Sun and summer are synonymous. It’s not really summer without sun, and sun is just a giant light source when it’s not summer. In San Clemente and much of Southern California, this is not the case. After some miserable bike issues the day before (nothing like female issues, but still they seem to always happen at the “not right now” times in life), I spent my first day with my now really good friend Claire. San Clemente is a beach culture, so that’s where we headed. I have lived next to it my whole life, but I always feel the ocean is a stranger that I have to reintroduce myself to and listen to it for hours on end to get to know it again. It’s so eloquent and has endless stories that like the breeze and waves, have no start or end.
Claire was a hooper, so she hooped, one, two, three hoolas and I filmed. It would be the last bit of footage I would film on my way down the coast. My camera jammed with sand, grit and adventure took a much deserved break. We walked the white wooden pier. Seagulls yelled at from the skies above at the diners at the pier’s high falooten food establishment with the constant sun etching expressions of contentment on their faces. A random cute couple, arm in arm, stared out towards the twinkling dusk coastline. I asked to take their picture, I didn’t know them, but I think those are the best pictures anyways. People being themselves, happy in a moment on a pier, regardless of the scraggly bearded traveller snapping their evening bliss on digital memory sticks.
Out of rock face canyons and sledable dunes, appears suddenly the over abundant houses and prim and proper gardens of Malibu. Gated communities “greet” me, where I peak over barbed wire to catch a glimpse of olympic sized pools lined with geometrically finite stone masonry the ancient Egyptians would be proud of. Painted ceramic tiles, a multicolored brick road leading me passed houses of so called geniuses, heavily sagging foolishly on stilts above the unpredicting foaming surface of sea below. A university with a funny name like Pepperdew or Perriwinkle with old school razor blade cut lawns lead me down a deep hill to something I had become accustomed to in California, a pier. But this pier was different. Rather than tipped with a mooring station for boats, or a fine dining establishment, I rode my bicycle to it’s edge only to interupt a school of fishermen, dressed in faded blues and yellows and fishy smells and baseball hats. To my immediate right, a big, bright, red door.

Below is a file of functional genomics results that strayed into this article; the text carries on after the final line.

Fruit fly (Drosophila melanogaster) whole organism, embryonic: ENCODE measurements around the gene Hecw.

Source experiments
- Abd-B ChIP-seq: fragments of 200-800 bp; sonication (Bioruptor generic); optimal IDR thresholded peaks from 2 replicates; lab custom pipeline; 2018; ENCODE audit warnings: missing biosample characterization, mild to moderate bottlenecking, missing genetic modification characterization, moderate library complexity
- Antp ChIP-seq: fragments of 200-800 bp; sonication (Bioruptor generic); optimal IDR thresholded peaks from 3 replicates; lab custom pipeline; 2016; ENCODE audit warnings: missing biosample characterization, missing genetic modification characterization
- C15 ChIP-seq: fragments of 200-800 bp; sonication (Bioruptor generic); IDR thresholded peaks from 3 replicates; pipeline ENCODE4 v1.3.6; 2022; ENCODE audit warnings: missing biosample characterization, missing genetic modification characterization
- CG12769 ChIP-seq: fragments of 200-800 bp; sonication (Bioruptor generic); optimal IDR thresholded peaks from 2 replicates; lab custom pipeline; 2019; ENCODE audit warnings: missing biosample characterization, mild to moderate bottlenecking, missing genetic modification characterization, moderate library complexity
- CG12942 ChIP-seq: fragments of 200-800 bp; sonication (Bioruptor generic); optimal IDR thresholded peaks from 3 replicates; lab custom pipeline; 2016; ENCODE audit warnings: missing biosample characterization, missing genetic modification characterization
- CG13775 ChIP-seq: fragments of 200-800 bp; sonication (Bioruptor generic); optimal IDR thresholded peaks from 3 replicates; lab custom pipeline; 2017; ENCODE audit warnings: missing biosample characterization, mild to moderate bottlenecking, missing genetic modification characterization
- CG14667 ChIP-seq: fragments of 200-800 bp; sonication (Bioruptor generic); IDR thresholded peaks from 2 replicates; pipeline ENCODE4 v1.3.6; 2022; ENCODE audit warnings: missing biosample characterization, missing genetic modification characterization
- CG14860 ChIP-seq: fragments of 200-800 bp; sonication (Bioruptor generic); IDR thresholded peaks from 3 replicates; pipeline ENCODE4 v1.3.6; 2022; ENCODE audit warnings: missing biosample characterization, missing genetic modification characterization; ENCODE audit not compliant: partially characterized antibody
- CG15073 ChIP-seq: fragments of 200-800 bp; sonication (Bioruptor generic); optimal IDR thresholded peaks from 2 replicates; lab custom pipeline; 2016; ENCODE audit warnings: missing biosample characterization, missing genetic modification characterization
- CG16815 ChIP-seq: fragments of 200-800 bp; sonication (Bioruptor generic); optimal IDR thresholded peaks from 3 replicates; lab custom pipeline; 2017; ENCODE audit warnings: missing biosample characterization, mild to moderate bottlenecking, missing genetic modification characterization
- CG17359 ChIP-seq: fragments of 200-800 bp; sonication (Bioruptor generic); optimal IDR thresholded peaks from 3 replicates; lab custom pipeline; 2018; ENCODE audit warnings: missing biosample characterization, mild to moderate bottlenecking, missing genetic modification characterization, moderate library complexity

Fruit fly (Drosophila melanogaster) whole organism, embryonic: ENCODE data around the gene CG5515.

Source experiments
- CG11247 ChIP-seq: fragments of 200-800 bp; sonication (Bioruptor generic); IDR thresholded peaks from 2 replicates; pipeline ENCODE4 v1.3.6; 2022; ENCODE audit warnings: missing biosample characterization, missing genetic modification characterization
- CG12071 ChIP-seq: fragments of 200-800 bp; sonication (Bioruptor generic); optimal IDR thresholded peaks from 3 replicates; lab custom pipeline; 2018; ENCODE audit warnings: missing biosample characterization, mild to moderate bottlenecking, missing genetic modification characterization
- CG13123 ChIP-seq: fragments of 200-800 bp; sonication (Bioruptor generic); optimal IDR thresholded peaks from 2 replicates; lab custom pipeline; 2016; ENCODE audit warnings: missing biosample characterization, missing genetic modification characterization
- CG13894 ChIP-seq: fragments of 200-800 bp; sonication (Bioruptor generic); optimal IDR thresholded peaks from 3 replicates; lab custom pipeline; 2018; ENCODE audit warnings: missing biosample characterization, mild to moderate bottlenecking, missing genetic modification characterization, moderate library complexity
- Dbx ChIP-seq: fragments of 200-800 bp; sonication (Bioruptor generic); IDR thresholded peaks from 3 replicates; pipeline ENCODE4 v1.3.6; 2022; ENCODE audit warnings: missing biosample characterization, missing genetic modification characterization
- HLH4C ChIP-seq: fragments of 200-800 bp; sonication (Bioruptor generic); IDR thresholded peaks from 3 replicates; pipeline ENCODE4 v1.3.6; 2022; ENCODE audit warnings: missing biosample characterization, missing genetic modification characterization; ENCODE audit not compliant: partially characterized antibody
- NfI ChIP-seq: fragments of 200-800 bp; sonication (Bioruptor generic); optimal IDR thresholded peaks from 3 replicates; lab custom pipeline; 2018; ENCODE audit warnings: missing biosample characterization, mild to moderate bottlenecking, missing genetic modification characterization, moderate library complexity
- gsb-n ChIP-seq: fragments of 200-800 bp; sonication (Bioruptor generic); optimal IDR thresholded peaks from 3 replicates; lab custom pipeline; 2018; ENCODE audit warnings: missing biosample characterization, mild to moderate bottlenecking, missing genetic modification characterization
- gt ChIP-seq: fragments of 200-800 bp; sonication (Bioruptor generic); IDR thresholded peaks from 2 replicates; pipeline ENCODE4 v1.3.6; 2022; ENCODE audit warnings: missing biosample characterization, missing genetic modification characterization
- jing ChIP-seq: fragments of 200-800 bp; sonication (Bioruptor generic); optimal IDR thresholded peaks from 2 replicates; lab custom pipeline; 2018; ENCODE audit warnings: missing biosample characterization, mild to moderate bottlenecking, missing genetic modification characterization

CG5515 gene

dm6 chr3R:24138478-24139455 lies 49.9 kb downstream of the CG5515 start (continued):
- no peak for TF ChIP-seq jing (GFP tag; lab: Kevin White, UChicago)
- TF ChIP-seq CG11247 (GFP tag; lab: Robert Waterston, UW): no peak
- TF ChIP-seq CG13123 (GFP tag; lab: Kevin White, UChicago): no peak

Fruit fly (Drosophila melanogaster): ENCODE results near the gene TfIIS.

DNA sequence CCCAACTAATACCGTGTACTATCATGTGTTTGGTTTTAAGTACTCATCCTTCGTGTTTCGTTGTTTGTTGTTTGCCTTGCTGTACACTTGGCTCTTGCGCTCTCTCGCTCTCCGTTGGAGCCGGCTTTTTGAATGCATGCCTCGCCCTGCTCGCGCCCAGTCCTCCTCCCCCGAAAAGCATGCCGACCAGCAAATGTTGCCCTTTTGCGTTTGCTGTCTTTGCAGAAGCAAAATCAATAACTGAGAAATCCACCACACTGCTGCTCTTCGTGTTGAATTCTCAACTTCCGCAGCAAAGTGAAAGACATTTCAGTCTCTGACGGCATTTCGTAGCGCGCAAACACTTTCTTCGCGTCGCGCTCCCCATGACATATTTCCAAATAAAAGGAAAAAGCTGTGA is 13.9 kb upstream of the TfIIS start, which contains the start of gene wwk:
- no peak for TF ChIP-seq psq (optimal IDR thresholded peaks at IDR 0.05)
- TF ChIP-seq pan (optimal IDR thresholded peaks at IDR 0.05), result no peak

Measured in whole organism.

Guacamole Burger at Ruby's Diner
Ruby’s Diner, with it’s one metal legged laminated tables, topped by old school color coded condiment squeeze bottles, with walls covered in posters of well proportioned 50s vixens modelling burgers and malts that they had obviously never tasted, was a much needed sit down in a time where daddyo meant cool, not your pimp. As always, I was hungry and as always I looked for the most filling thing on the menu. Looking out the window I caught a glimpse of one fisherman’s hat, it’s brim, a few shreds of orange cotton and revealed cardboard. I felt me and that hat hard a lot in common at that moment. Indecisive as ever, close my eyes, point and the Gauc Burger and shake were placed in front of me, much to my surprise and my abyss of a stomach’s delight.
The morning started off with no coffee and a light drizzle of ocean spray and rain. The road, a cracked skin old person with many stories to tell if you just ride along at a good pace and listen. Farms with half deconstructed, salt washed fences, greet me every twenty kilometres or so. The beautiful flowers of yellow and deep purple grow naturally beside the flat highway that extends down the coast for hours and days. I don’t remember their smell, but I do remember how even in fog, they acted as the only obvious difference and border, between sea, sand and concrete. I also remember, that while at home, I never thought twice about stepping on living grass or dandelions, that I was cautious around this flora. I guess it was the unique drama they presented, the flamboyant contrast, the centre stage diva florified.